Water Damage and Your Rental character – What Do Your Renters Need to K…

Water Damage and Your Rental character – What Do Your Renters Need to K…




When you occupy your own home, it’s much easier to take prompt action during plumbing mishaps than when you must rely on others. Landlords have no way of knowing that a pipe has burst, a water heater has toppled, or that rain is pouring by a leaking roof until they get that phone call from their tenant asking, “What do I do?” If you have rental character, water damage has the possible to become far costlier than it could have been due to renters who have less at stake or simply don’t know what to do.

Instead of hoping the pipes will keep up, educate your tenants about the actions that they should take should flooding or plumbing mishaps occur. Here are a few tips to help you get started.

First, create a small binder for each character that you own. This binder will act as a resource for your tenants and should include detailed information about a variety of concerns. Create tabbed sections and include a table of contents so that the tenants can quickly flip to the section, such as the water damage section, as needed. Include sections such as:

o Contact information and rental agreements – List contact numbers where you can be reached, including phone number, cell phone number, and e-mail address. Include a log sheet where renters can record their security place, rental payments, and related information.

o Maintenance – Create a sheet of standard maintenance that your renters are expected or empowered to manager. For example, do tenants need your permission before repairing leaking faucets? If not, how much money do you authorize for repairs before they must contact you? Include pockets for receipts along with reimbursement forms for empowered out-of-pocket repairs. Create a second sheet covering other maintenance requests, such as for repairing broken windows, repainting a room, or replacing water damaged carpets. Give detailed instructions on how to request repairs and improvements.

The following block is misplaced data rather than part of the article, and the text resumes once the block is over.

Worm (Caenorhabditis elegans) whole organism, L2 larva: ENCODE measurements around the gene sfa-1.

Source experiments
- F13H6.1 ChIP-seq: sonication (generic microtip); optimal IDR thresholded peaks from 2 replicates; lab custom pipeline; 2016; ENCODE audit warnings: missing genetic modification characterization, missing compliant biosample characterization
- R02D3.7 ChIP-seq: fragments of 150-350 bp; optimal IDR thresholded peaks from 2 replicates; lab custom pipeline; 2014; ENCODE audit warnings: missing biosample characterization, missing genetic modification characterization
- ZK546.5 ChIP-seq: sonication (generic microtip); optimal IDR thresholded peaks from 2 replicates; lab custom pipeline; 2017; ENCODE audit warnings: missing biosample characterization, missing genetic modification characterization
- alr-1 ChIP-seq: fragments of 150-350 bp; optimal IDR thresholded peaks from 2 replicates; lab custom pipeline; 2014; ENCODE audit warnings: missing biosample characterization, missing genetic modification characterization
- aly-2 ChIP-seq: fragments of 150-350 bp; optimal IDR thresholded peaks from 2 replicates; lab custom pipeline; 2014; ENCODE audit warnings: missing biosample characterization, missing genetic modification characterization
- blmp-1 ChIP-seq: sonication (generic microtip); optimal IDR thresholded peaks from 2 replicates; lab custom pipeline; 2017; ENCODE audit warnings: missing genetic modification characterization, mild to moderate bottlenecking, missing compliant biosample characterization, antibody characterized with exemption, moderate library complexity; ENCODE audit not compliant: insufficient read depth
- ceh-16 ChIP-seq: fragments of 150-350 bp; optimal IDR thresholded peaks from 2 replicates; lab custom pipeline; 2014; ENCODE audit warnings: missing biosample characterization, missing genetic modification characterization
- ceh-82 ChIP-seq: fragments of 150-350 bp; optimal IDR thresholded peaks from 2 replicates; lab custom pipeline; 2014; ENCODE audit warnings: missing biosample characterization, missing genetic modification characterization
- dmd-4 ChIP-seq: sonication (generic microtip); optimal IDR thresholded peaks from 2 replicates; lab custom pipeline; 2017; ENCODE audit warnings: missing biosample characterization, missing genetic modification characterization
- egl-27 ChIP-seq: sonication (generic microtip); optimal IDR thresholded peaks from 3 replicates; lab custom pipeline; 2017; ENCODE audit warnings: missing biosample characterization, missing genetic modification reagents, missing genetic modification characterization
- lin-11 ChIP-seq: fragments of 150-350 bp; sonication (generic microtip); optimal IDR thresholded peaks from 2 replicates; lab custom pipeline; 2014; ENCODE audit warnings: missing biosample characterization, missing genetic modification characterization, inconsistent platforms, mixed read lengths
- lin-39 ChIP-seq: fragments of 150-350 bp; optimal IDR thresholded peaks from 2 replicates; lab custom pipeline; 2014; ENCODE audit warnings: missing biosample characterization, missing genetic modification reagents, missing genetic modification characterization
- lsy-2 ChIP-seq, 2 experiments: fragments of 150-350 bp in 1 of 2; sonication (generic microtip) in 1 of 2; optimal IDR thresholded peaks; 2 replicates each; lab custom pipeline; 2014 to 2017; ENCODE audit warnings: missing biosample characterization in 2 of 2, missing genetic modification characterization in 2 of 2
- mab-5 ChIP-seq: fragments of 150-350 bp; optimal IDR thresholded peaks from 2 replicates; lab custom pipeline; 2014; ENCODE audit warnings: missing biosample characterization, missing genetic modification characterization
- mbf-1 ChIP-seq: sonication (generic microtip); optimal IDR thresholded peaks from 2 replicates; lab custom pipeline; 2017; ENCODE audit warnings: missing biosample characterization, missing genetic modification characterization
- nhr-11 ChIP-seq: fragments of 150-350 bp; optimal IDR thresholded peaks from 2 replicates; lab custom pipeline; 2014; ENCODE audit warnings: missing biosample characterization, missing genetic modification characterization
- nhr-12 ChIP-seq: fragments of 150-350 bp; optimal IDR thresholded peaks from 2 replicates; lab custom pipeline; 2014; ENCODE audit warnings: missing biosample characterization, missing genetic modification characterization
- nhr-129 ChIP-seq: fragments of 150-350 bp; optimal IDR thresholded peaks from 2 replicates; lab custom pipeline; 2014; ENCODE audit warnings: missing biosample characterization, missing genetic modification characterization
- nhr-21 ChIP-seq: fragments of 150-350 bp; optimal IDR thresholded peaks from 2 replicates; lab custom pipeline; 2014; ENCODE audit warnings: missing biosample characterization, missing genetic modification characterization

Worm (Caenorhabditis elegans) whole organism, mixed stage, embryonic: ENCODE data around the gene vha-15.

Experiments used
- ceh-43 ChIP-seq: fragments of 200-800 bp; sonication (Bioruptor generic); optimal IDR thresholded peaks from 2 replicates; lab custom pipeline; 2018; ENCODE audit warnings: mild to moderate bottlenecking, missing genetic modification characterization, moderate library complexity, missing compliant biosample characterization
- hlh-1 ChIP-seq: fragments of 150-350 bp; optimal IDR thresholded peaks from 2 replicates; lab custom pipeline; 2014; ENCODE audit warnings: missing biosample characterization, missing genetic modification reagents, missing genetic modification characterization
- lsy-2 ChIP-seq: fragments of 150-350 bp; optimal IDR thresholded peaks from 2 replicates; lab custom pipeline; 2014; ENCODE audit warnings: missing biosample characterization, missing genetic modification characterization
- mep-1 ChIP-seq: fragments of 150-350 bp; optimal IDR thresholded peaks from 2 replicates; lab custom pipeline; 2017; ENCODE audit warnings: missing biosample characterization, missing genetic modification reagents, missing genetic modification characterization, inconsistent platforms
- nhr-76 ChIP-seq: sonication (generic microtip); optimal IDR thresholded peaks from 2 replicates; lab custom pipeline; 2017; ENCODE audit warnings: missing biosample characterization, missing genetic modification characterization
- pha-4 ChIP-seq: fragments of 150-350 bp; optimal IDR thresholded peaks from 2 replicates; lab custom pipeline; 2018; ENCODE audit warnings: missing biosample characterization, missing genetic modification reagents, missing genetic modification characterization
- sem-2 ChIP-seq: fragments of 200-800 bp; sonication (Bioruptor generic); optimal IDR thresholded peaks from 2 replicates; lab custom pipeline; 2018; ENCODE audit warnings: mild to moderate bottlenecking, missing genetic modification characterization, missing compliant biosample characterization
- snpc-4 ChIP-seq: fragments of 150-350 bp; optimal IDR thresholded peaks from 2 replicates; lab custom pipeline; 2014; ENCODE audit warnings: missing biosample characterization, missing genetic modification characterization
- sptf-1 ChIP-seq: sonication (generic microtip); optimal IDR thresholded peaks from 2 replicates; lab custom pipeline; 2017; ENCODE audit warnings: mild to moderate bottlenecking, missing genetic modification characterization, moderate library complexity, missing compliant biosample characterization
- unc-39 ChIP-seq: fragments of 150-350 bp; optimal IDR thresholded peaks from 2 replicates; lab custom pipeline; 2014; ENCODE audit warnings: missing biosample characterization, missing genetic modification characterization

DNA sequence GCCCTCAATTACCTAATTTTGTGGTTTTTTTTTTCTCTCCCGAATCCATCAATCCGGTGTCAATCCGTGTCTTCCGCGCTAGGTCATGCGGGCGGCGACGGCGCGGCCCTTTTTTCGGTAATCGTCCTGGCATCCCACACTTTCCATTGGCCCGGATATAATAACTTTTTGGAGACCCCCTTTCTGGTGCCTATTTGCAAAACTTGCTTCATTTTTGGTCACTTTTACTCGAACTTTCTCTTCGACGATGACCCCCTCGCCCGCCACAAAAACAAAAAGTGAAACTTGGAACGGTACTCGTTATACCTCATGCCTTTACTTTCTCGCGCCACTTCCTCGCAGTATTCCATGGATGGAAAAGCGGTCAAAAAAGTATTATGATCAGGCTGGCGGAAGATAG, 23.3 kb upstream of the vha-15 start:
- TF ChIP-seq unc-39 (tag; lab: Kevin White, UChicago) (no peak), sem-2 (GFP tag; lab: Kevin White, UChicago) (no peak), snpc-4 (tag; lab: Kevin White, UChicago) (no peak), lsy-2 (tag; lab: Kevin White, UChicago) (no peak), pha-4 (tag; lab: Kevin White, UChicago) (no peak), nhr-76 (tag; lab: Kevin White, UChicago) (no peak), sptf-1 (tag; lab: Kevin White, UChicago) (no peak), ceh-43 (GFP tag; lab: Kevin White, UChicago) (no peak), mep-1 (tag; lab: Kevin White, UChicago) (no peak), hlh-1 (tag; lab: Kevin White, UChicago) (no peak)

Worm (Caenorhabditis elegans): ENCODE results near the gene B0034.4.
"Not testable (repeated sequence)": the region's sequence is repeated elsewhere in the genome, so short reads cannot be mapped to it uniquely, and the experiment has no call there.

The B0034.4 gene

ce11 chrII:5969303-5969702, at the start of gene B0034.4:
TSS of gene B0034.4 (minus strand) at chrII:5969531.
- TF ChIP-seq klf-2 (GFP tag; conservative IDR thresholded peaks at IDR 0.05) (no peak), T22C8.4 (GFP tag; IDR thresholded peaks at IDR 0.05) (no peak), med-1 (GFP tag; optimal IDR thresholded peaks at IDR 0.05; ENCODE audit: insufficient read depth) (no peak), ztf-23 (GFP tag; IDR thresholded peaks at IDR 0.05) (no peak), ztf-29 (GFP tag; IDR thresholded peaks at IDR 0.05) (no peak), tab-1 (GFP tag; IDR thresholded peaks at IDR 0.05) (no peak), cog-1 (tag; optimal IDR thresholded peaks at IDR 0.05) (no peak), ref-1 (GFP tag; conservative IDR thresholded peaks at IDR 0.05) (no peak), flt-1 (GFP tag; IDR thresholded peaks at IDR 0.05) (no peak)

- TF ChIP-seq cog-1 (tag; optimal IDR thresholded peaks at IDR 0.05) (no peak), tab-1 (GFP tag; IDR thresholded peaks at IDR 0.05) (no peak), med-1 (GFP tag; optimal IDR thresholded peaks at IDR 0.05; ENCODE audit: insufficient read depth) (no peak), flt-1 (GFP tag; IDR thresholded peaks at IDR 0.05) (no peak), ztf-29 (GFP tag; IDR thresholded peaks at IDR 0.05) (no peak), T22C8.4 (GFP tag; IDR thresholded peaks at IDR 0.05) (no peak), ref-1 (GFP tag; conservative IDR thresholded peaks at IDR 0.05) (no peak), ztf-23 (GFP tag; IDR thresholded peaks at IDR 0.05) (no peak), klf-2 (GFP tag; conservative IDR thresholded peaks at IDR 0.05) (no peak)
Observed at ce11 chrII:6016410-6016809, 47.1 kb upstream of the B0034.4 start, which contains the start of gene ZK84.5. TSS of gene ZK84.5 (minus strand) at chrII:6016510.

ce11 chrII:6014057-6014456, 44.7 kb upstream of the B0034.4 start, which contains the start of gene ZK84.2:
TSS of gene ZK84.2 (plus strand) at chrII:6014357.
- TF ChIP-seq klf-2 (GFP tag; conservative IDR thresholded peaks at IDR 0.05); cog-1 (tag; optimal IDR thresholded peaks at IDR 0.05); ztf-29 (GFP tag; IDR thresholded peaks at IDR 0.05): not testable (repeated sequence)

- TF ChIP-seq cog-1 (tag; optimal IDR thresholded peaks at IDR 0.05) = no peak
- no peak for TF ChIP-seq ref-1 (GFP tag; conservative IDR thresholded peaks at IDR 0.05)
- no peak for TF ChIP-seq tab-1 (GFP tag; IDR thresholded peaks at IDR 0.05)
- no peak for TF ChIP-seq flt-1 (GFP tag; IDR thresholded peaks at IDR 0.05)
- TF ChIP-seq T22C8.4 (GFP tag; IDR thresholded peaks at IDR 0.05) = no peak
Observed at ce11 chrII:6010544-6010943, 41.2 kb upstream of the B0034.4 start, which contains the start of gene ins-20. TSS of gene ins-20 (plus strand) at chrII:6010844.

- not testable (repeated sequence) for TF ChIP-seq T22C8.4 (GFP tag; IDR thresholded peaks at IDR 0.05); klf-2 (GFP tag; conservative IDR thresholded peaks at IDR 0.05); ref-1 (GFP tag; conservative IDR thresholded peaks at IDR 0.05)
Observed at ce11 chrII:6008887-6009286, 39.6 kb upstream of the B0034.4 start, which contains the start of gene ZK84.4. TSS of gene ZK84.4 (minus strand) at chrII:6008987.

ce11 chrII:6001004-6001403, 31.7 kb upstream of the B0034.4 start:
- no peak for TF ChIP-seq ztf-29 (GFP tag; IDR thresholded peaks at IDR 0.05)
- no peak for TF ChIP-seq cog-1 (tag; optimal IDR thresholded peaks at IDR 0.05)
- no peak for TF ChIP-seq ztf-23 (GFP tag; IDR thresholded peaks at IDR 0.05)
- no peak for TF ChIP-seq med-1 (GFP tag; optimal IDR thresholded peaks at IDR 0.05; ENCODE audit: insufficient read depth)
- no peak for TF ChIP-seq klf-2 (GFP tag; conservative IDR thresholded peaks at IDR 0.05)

o Insurance Claims – Your insurance policy covers your rental character but not the renter’s personal belongings. With this in mind, you may want to create a section covering insurance claims. Let the renter know that their personal belongings are not covered by your insurance policy and that they are responsible for obtaining coverage if desired. Detail the steps the policyholder must do when the character has been damaged – such as call you closest, call 911 in emergencies, file a police report, and so on.

o Plumbing and Water Damage – Plumbing problems are among the most shared problems tenants and landlords deal with. From garbage disposals that won’t turn on to overflowing toilets and burst pipes and everything in between, your tenants will likely encounter some form of water or plumbing trouble. What should they do? In this section, you should list specific steps for minimizing the damage followed by instructions on what to do once the water has stopped flowing. Include the following information:

1. Detailed diagram and instructions showing the exact location of all water shut-off valves and how to turn off the water.

2. Safety precautions and warnings about electrocution.

3. Instructions on how to turn off the strength.

4. Instructions on how to mop up the water. It’s not a bad idea to invest in basic cleanup supplies and stock each rental character with a mop and bucket, absorbent towels and sponges, and a toilet plunger. This ensures that your tenants have the tools required to act quickly.

5. Instructions on what to do once the basic water issue has been slightly contained, such as after shutting off the shut-off valve of an overflowing toilet and mopping up the water, what should the tenant do?

o Preferred Vendors – Home repairs will be necessary now and then. If you have agreements with specific vendors or have vendors you trust and prefer to work with, this is an excellent place to list the information. It is also helpful for tenants as they will need to call to position service. List the phone numbers to preferred local handyman sets, water damage restoration companies, pest control companies, electricians, roofing companies, plumbers, carpet cleaners, home improvement contractors, and so on. Provide pockets so that the tenant has a place to store contracts and receipts along with blank pages for writing down notes and estimates.

When it comes to taking care of your rental similarities, it helps to keep your renters involved as they are on the front lines. When it comes to emergency repairs and water damage, renters need to know how to act promptly and safely and that you will take care of the necessary repairs. They also need to know that their prompt actions can minimize the damage and cause less disruption to their lives. This simple binder provides renters with the tools and information that they need to better help you keep your similarities in tiptop shape.




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